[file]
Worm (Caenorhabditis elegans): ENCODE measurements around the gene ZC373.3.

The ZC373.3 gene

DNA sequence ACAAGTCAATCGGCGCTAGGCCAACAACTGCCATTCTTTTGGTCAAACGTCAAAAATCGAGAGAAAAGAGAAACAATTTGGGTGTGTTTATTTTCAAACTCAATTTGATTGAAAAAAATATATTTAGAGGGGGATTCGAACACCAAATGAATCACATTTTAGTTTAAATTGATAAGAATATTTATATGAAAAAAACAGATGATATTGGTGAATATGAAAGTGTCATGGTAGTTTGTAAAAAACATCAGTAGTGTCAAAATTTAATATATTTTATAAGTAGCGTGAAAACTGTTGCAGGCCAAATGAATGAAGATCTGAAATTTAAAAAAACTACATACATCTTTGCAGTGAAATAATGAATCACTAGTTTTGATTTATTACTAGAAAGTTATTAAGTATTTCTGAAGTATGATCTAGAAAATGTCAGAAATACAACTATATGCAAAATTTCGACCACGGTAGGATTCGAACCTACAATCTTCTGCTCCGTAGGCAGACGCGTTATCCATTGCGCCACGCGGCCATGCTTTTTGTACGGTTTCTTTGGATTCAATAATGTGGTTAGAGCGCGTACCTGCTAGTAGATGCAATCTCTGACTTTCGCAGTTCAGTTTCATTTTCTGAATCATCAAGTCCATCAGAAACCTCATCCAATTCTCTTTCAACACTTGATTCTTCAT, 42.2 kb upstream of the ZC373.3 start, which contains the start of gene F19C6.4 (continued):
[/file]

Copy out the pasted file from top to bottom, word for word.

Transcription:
Worm (Caenorhabditis elegans): ENCODE measurements around the gene ZC373.3.

The ZC373.3 gene

DNA sequence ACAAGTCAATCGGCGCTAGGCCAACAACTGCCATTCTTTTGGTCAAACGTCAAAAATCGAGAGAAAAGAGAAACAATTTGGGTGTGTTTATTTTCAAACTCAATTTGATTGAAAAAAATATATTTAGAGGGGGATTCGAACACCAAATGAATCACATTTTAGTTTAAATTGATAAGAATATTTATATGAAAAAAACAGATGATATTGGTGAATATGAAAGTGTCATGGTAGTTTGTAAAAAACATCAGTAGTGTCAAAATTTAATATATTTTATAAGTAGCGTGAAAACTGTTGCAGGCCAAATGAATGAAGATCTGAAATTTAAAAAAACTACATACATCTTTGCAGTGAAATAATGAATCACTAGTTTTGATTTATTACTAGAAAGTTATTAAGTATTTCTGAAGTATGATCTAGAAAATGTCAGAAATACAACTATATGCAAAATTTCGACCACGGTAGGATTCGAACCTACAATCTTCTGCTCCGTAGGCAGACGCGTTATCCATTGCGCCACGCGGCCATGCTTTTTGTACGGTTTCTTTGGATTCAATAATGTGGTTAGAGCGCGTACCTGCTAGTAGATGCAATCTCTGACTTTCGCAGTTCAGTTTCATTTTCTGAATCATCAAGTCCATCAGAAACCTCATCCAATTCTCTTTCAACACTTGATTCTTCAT, 42.2 kb upstream of the ZC373.3 start, which contains the start of gene F19C6.4 (continued):